What Does Bought Deal Mean?
A bought deal is a type of financial agreement where the investment banker handling the initial public offering (IPO) of a company agrees to buy the entire IPO for a certain sum of money. In this deal, the financial risk for the company is greatly reduced as the amount of money it plans to raise through the IPO is known and would be obtained. However, the downside is that the company will potentially take a lower price for its shares if the IPO opening price ends up being higher.
Divestopedia Explains Bought Deal
A bought deal is less risky for the company that is looking to sell its shares in the market for the first time and, at the same time, is riskier for the investment banker as the onus is on them to sell all the shares to other investors in the open market. There is always a possibility that the investment bank may not be able to sell all the shares, or the value of shares can go down even before it is sold to investors. Moreover, the capital of the investment bank gets locked up in these unsold shares, making it unable to be put to better use.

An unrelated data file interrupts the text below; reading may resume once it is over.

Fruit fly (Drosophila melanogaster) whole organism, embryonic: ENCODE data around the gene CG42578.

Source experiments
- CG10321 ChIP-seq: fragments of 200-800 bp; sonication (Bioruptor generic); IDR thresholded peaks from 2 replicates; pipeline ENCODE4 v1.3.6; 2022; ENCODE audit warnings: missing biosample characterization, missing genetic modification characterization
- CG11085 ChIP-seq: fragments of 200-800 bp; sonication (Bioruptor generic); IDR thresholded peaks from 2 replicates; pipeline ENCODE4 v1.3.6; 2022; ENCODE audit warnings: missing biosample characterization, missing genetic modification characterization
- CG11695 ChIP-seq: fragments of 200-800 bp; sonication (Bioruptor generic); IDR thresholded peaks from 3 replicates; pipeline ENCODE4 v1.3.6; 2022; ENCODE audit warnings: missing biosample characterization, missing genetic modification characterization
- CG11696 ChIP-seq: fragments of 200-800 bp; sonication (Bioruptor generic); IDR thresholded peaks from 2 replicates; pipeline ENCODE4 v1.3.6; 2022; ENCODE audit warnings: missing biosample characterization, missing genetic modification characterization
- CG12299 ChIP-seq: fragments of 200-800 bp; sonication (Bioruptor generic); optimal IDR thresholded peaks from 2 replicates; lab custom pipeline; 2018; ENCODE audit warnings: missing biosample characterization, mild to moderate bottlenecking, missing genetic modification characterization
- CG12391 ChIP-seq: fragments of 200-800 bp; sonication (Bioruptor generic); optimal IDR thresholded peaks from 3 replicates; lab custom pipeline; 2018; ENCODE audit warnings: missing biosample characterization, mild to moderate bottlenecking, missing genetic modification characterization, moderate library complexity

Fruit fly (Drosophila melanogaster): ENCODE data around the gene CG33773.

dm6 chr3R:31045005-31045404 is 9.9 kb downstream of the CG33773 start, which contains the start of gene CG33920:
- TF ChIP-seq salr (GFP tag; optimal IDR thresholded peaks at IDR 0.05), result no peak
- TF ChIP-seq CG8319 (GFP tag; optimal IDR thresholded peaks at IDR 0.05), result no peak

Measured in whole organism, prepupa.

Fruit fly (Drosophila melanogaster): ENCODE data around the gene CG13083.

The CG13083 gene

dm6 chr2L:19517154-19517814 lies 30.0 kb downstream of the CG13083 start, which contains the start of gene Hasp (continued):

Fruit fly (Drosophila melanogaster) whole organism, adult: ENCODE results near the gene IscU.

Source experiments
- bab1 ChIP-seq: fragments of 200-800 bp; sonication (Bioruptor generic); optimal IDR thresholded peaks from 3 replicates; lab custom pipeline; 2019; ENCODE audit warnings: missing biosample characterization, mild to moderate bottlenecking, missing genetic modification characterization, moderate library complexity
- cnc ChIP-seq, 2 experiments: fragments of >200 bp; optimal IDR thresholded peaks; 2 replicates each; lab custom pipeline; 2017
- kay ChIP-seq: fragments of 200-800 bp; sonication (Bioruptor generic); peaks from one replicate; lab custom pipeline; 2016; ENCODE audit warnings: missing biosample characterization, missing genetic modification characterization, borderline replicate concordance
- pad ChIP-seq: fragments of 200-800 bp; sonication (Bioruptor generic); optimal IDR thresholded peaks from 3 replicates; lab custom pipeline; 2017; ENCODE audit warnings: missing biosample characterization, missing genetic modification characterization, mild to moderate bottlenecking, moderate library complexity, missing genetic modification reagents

To mitigate this risk and make up for possible losses, the investment bank will attempt to negotiate a huge discount at the time of buying the shares from the company. The company that is selling the shares may agree to a discounted value because of the reduced risk associated with the offering. It gets the money it wants for its business from the investment bank. For example, if the anticipated offering price of a share is $10, then the investment bank may negotiate for a $6 or $7 value per share for the bought deal, depending on the financial abilities of the company. The remaining few dollars on each share is the profit for the investment bank and most likely makes up for the loss that comes from the unsold shares.
In some cases, an investment bank may bring in other banks to form a syndicate so that the risk is divided among them. This strategy is implemented only when the deal is large enough and comes from reputable companies.